A prevalent role for MITRE has been that of postulating, refining, and developing the systems requirements and technical specifications for electronic systems development projects in multi-billion dollar Air Force acquisition programs. The thesis being that "users" of these systems may lack the technical capability to translate their operational requirements into systems specifications and systems development plans. This role extended beyond the Air Force to the other Services and agencies of the Defense Department and subsequently to other governmental institutions.
Up until the late 1980s, at great expense, the DOD developed the majority of its communications-electronics and information technology (IT) . The DOD-developed technology generally provided the foundation for and drove the proposed systems solutions in the C3I arena. During that period the aerospace industry was required to respond to DOD driven specifications which resulted from the work of MITRE and organizations such as the Air Force's Electronic Systems Command. For C3I and IT systems solutions, the process from identifying the operational need to the delivery of systems to support that need took up to ten years. In the meantime, private enterprise was making great strides in outpacing DOD in developing IT. Technology developed by DOD for many of the C3I systems often became obsolete before systems became operational. Just as important, DOD developed technology, products, and systems became extremely expensive to maintain and upgrade.
Similarly, in the "aerospace" arena, aerospace industries evolved in recent decades, introducing "front-end" experts in operational analysis, systems architecture, and systems engineering to evaluate future operational needs of the DOD. FFRDCs assumed these roles and provided government recommendations on where to focus on and allocate independent research and development priorities. The strategy by industry in the private enterprise was to become the best prepared to compete on upcoming systems development procurements that would be forthcoming from the military development and acquisition communities. However, FFRDCs such as MITRE, from their "non-competitive" advantage, frequently held and exerted their influence, sometimes undercutting organizations in private enterprise aerospace industries.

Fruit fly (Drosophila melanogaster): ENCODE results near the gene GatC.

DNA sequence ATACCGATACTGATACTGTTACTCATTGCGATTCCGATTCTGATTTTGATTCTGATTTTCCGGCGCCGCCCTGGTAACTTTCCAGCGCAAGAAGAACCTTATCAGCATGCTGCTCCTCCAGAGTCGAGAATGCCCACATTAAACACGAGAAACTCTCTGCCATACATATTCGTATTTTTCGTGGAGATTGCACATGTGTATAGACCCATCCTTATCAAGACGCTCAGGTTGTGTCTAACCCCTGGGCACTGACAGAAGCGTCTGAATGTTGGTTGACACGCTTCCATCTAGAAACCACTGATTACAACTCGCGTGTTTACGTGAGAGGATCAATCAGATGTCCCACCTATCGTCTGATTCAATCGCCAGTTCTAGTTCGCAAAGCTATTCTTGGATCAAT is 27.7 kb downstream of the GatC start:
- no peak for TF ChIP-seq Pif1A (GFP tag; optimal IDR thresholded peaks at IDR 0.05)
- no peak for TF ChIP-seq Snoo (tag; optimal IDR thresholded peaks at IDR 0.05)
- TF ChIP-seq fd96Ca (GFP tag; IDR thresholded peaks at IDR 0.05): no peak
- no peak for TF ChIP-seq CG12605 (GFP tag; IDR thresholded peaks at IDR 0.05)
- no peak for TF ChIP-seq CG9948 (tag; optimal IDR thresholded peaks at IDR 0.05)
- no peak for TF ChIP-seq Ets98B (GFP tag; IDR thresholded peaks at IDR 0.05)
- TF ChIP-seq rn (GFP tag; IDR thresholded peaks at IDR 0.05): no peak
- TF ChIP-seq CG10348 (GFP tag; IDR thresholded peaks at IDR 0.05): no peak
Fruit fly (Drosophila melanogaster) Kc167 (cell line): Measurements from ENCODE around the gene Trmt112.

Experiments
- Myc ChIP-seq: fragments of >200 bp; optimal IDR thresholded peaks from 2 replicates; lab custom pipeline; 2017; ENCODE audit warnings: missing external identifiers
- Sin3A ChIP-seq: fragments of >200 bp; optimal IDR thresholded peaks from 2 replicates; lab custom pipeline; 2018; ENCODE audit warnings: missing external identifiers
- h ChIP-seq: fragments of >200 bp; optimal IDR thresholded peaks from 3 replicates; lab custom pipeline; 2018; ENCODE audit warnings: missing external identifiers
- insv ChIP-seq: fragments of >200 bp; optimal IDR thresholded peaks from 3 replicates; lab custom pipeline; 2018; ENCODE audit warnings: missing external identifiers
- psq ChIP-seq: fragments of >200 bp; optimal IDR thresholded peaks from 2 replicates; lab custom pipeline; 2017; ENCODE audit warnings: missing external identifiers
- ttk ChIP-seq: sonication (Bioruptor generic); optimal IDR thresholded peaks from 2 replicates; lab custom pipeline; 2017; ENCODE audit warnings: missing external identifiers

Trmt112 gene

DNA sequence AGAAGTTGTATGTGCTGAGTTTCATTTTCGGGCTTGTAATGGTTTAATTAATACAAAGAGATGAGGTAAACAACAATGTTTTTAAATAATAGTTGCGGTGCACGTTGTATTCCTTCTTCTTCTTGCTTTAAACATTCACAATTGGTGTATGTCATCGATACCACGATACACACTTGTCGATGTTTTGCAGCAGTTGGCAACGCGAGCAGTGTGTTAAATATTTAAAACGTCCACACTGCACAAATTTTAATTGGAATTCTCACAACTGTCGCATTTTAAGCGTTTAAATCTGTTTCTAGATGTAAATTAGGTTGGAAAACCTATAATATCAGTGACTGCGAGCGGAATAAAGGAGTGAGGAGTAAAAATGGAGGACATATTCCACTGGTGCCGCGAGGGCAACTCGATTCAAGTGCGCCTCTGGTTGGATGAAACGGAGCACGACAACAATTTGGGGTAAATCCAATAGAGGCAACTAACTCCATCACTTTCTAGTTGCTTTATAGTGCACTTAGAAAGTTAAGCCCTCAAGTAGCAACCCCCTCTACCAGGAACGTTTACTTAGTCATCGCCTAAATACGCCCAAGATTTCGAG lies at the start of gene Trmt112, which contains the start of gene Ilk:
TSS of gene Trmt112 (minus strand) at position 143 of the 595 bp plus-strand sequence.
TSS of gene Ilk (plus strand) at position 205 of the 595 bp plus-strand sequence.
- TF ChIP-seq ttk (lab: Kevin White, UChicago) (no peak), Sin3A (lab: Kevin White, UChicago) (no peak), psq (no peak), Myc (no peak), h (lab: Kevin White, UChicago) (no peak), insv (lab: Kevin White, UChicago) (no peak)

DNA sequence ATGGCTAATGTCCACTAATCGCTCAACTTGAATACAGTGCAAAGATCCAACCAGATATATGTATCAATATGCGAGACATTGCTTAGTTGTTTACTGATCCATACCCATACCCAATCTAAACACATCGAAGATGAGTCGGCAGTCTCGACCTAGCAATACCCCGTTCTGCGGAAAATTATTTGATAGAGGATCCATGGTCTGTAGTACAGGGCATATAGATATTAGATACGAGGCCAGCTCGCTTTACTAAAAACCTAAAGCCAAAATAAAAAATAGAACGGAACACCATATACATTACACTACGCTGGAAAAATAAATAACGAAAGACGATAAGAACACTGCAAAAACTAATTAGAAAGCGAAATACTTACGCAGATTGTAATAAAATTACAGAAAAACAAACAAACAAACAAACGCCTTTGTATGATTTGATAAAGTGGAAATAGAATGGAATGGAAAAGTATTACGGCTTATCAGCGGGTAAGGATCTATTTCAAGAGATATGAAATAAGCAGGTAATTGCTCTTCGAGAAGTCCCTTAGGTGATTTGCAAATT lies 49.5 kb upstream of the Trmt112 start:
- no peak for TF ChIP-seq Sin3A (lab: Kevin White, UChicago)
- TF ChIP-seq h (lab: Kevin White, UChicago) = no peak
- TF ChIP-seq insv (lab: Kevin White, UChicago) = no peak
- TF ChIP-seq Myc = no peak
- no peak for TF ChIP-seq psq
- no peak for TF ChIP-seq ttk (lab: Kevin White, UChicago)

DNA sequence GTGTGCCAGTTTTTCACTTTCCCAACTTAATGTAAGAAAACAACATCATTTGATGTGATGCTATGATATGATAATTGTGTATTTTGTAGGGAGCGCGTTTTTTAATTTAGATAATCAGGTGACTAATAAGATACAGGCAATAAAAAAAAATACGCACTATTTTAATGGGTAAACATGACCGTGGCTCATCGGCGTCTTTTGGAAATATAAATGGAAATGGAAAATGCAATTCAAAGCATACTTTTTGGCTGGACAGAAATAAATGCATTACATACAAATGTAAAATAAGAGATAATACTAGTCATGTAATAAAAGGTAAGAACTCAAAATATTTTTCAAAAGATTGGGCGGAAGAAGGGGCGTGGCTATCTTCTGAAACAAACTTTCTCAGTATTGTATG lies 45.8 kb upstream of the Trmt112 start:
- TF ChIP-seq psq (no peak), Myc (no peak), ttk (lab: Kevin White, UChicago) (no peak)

As the Federal Government begins to adopt commercial practices, as a result of the Cohen-Clinger Bill of 1996, dod is seeking maximum exploitation of commercial technology and commercial solutions in the areas of C3I and related information systems. IT solutions and service companies in private enterprise are fully equipped to supply the government with total C3I or IT systems solutions using state-of-the-art technology. In addition the information systems and aerospace industry has the fully capable staffs of operational and systems experts to assist the government users in assessing their operational needs and providing the required architectural engineering, systems engineering , systems integration, fielding, sustainment, and including technology insertion services over the life cycle of their systems.
In light of the above, we're left with this question. Why does our government need to continue to extend the life of the costly obsolete FFRDC paradigm when the era within which it was created long ago disappeared, where computers were strange monstrous machines that did cumbersome calculations. Do we really need (or can we afford) non-competitive FFRDCs like MITRE in the modern era of the 3rd millennium? We are entering a new information age where all private and public enterprises perform services very similar to those the government calls "C3I" which are based on information and information technology management.
Related, very important questions that need attention in the public arena are these.
(1) Why must our competitive commercial enterprises compete (at a disadvantage) with FFRDCs?
(2) Why are FFRDC prices sometimes twice that of those in commercial enterprises?
(3) How can our commercial enterprises compete with FFRDCs that sometimes offer "free" services to U.S. and Foreign Defense/Military customers by enjoying advantages denied non-FFRDC private enterprise?
It's definitely time to revisit the validity of the FFRDC role in the dynamic collaborative enterprise-wide management environment of the evolving modern Federal Government of the 3rd Millennium."